Examples include an inheritance you were unaware of, a lottery win, or proceeds from shares you own. You’ll be told you need to make a payment before the money can be released.
The payment is usually a lot smaller than the amount you’re supposedly owed, but can still be a substantial amount.
They use the trust that exists within these groups to help steal money.
The U.S. Securities and Exchange Commission provides detailed information about avoiding affinity fraud.
Members of the boiler room will convince you to make a small initial payment and once they have your money, they’ll introduce many different reasons why you need to make a larger payment.
To make the scam more convincing, you’ll receive calls from ‘senior’ employees like the Vice President or CEO. This gives you the impression you’re a valued client. In reality, it’s other members of the boiler room.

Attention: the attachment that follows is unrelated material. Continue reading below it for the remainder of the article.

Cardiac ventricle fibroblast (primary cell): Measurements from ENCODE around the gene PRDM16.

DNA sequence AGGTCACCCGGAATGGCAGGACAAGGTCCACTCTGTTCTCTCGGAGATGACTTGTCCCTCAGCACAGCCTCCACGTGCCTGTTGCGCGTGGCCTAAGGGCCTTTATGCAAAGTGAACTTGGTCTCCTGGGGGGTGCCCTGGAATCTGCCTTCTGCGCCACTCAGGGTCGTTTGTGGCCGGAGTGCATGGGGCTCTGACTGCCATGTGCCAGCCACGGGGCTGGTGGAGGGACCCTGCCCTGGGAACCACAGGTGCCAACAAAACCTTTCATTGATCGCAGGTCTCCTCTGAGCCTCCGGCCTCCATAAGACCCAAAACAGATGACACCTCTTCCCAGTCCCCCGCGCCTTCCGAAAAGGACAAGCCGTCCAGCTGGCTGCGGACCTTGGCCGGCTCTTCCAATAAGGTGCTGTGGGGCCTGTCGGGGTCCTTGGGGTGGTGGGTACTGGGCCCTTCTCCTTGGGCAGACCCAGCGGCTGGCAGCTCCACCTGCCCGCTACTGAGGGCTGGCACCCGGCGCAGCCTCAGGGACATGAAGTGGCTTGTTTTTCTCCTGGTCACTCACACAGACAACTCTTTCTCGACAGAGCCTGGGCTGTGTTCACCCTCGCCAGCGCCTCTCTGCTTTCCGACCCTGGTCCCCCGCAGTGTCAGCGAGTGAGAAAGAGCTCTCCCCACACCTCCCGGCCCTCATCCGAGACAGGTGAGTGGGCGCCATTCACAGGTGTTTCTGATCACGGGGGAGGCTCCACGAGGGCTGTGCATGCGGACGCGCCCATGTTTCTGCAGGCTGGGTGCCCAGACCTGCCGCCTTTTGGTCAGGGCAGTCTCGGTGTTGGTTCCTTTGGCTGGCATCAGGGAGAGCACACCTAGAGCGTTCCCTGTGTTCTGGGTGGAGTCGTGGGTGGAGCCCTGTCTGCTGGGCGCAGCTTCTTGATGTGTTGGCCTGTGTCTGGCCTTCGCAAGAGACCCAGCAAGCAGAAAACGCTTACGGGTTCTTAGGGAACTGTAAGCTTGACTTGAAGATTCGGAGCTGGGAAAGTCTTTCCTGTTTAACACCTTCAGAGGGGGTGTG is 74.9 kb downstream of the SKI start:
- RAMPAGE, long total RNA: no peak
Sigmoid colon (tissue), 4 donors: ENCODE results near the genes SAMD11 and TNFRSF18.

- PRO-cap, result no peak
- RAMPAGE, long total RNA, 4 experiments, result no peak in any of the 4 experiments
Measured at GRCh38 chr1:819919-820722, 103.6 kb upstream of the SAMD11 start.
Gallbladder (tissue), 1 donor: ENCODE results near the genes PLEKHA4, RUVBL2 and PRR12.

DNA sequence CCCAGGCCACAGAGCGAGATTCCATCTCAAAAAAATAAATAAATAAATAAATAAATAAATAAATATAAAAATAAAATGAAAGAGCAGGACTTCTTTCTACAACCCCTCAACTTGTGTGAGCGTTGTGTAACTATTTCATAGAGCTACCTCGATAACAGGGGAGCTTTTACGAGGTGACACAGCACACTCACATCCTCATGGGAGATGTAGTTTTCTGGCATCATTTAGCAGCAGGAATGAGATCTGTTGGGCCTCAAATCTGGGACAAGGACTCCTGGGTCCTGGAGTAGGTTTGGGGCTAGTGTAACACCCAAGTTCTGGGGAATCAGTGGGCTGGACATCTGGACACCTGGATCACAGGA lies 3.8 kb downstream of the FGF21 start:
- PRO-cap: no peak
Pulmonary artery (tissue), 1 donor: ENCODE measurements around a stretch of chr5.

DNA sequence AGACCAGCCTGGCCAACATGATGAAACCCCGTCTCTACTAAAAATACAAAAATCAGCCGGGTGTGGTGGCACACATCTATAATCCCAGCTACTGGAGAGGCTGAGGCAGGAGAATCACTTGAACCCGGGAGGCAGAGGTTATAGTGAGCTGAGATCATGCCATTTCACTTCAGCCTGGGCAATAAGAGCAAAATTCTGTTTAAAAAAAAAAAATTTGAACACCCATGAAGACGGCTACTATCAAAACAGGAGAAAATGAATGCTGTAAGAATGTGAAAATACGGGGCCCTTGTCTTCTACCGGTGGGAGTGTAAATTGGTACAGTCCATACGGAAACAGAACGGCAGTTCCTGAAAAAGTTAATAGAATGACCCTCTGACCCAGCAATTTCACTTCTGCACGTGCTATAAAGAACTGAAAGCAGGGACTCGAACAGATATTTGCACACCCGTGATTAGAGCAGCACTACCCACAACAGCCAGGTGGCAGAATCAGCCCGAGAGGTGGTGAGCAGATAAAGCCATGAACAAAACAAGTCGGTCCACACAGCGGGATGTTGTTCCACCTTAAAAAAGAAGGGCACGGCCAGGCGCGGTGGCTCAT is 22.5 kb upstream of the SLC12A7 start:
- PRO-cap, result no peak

These fraudsters appear professional. By the time you realise it’s a scam, they will have moved on and won’t answer your calls.
The schemes collapse when they stop receiving money from new investors.
We’ve investigated a number of Ponzi schemes in recent years. The largest known scheme in New Zealand to-date was Ross Asset Management. More than 1,200 investors were affected by this scheme and the overall loss was in excess of $115 million.
David Ross, who admitted running the scheme, was sentenced to 10 years and 10 months of imprisonment in November 2013.
This market does not exist and money sent to these schemes is lost.
You’ll also typically be promised high returns. These promises are often too good to be true and the only people making money are the sales people.
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